SHANE WATKINS: How Implats and Northam can play their hands
Two suitors have been battling it out in full view of happy RBPlat shareholders in a fascinating year
It has turned out to be a great year to be invested in the platinum group metals (PGM) sector.
Despite platinum and palladium prices being down 11% and 25%, respectively, share prices for the mining companies in the sector are mostly higher. PGMs have a variety of industrial uses, but the main one is in the production of cars, in which the metal is used in the exhaust system to reduce harmful emissions.
The best-performing PGM share in the year to date is Royal Bafokeng Platinum (RBPlat). The share price is up almost 140% for the year. This incredible performance has predominantly been driven by a bidding war, with Impala Platinum (Implats) on one side and Northam Platinum on the other.
Events kicked off with what appeared to be a friendly approach by Implats, which entered negotiations to acquire a big RBPlat stake held by Royal Bafokeng Holdings. It seems that Implats lowballed Royal Bafokeng Holdings, which consequently decided to sell its stake at a premium to Northam.
The sale surprised analysts as it is readily apparent that Implats needs the RBPlat assets to extend the life of its mining operations. Additionally, Implats will be able to extract synergies because the mining operations of Implats and RBPlat are adjacent. Given the desirability of the assets in question, Implats and its advisers appear to have misjudged the situation at the outset.
Notwithstanding that there are no apparent mining synergies between Northam’s operations and those of RBPlat, the former made an attractive offer to Royal Bafokeng Holdings. With the benefit of hindsight, shareholders in RBPlat owe a debt of gratitude to Royal Bafokeng Holdings for holding out for a higher price, because the sale of its shares to Northam put RBPlat firmly in play.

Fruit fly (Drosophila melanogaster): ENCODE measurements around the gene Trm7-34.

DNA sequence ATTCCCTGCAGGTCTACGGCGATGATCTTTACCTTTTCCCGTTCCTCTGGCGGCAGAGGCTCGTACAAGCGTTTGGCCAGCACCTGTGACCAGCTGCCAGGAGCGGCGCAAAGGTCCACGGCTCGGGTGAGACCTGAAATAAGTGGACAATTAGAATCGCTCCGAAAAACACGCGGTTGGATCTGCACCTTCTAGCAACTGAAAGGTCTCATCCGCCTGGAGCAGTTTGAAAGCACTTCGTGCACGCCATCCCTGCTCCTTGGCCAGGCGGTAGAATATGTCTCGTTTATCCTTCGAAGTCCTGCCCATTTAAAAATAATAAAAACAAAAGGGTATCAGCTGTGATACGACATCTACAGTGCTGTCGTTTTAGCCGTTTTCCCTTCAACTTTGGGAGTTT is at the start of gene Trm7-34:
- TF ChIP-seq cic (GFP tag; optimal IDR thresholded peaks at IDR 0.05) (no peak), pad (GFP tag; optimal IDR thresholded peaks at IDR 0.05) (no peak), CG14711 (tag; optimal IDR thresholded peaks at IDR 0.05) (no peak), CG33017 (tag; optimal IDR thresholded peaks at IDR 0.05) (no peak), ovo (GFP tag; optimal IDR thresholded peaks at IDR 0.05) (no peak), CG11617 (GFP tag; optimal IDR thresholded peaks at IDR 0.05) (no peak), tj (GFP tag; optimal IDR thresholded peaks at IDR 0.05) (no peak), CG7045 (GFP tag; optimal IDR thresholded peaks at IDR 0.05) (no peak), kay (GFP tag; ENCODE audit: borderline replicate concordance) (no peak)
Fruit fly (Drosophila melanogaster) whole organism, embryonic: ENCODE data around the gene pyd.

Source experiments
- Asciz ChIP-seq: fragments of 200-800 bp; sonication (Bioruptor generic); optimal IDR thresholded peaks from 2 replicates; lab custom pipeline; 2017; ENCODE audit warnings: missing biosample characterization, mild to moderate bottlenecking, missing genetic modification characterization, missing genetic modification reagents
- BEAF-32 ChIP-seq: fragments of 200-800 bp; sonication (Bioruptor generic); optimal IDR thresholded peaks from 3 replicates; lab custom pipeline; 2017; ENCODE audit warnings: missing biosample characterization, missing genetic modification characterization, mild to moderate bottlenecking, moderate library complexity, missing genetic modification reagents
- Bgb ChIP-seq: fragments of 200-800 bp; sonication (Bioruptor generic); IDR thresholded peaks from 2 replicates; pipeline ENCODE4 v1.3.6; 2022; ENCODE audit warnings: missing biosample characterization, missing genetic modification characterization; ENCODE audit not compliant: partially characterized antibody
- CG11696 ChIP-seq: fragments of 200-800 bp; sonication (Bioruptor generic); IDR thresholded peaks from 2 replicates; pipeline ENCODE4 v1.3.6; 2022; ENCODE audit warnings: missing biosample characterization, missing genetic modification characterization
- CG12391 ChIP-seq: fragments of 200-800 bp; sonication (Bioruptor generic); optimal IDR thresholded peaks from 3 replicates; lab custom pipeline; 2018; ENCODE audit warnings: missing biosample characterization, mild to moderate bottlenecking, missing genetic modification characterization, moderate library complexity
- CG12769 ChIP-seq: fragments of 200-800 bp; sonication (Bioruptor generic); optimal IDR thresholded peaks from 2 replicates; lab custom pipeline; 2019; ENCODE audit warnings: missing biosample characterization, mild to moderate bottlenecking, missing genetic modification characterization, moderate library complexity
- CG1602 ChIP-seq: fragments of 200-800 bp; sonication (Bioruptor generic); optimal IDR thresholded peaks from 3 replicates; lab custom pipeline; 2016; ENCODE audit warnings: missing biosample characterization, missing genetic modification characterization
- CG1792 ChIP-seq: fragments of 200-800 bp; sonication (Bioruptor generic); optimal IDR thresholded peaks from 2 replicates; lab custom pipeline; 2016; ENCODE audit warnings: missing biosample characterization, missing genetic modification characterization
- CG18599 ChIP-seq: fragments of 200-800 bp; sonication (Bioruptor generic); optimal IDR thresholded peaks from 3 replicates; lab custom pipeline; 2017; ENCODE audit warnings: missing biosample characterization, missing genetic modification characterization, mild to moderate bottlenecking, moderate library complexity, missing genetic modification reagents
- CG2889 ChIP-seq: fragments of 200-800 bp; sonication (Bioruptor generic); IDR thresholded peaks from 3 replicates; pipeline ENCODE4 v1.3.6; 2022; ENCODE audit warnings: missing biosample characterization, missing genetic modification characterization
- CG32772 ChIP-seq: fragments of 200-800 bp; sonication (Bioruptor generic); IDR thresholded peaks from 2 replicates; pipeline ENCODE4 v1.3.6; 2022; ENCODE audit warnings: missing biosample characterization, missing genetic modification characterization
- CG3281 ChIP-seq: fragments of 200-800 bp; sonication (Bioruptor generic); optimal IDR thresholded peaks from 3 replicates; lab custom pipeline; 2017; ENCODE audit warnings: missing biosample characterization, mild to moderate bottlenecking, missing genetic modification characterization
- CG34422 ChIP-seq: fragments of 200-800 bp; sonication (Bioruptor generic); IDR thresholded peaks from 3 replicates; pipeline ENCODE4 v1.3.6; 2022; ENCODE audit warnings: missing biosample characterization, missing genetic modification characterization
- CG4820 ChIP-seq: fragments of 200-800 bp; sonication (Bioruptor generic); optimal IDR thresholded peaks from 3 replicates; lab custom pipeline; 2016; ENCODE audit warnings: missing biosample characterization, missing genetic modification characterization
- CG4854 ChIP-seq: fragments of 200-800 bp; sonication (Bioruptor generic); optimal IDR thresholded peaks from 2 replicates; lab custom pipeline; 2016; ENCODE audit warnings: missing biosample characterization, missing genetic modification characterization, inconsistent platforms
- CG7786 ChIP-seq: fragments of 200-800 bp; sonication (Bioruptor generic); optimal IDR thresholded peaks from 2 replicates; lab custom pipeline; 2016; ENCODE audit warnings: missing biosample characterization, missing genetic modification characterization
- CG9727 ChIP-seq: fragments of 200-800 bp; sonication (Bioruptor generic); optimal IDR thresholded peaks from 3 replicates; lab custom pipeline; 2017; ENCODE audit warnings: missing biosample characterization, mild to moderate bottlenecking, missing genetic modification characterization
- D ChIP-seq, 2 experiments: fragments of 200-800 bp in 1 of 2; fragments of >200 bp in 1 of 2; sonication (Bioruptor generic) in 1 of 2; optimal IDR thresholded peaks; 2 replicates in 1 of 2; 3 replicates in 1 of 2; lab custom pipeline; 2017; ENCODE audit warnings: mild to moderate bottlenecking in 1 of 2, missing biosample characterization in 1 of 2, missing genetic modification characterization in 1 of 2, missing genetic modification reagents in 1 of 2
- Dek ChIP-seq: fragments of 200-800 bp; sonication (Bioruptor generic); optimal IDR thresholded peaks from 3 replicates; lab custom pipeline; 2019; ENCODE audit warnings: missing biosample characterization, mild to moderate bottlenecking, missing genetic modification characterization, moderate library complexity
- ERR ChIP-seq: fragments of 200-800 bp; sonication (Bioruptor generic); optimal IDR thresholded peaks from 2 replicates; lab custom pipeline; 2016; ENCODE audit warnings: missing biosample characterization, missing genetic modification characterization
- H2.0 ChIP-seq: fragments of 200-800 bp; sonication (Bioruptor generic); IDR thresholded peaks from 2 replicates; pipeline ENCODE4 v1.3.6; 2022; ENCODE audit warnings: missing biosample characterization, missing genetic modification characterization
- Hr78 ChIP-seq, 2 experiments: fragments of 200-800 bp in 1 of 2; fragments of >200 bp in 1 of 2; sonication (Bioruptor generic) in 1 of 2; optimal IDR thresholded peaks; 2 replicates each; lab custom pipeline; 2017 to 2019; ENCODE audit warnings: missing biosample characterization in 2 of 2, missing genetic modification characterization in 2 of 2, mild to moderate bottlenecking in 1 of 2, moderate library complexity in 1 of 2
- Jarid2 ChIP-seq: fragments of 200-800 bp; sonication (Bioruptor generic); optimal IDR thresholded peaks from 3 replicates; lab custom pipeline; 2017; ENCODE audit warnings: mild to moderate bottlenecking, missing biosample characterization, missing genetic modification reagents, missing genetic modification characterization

Having lost out on the shares in RBPlat owned by Royal Bafokeng Holdings, Implats subsequently sharpened its pencil and came back with a revised offer for the remaining RBPlat shares. At time of writing Northam owns 34.95%, Implats 32.26% and minorities about 33%. So, what are the permutations from here?
It seems likely that both Northam and Implats would probably prefer to own 100% of RBPlat (or at least control), but 100% is now unachievable given the two companies each own a blocking stake (more than 25%).
What seems obvious is that the remaining minorities will be acquired by one of these two companies. So either Implats bids for the entire RBPlat (which it has already done) or Northam bids for the entire RBPlat (which it will need to do in the event its shareholding goes above 35%). Under SA regulations, any possible mandatory offer to minorities would need to match the best price paid to security holders of the same class in the preceding six months. For Northam this would mean paying R180.50 or in the case of Implats R150, should either party be forced to make a mandatory offer.
Northam cannot by itself extract any obvious mining synergies given that its mining operations are not adjacent to RBPlat. If both companies were to bid the same price, Northam’s return on investment would be lower. Northam has paid a higher price than Implats, so if Northam came back with a higher bid, then Implats could theoretically sell out its entire holding of RBPlat to Northam and generate a respectable capital profit. A similar sale by Northam to Imlats would crystallise a capital loss, so this outcome seems remote.
The logical commercial outcome would probably be for Implats to acquire the remaining minorities and take its shareholding in RBPlat to over 60%, and then to enter a joint venture with Northam. However, Northam has also demonstrated a strong desire to be in control of any joint venture entity. The risk is that the party that eventually gains control overpays. And that risk is probably higher for Northam.
Despite these two suitors battling it out in full view of happy RBPlat shareholders, the PGM sector should see an improvement in 2022. PGM prices were negatively affected by the decline in demand from the automotive industry this year (despite the higher loadings required in catalytic converters of these crucial metals). These lower metal prices are partially offset by a rand that has weakened by about 7% in 2021.
Fortunately, as the semiconductor shortage around the world starts to abate in 2022, automotive production should recover and in turn support PGM prices. But it will be surprising if 2022 turns out to be as exciting for PGM investors as we have seen this year.
• Watkins is chief investment officer of All Weather Capital
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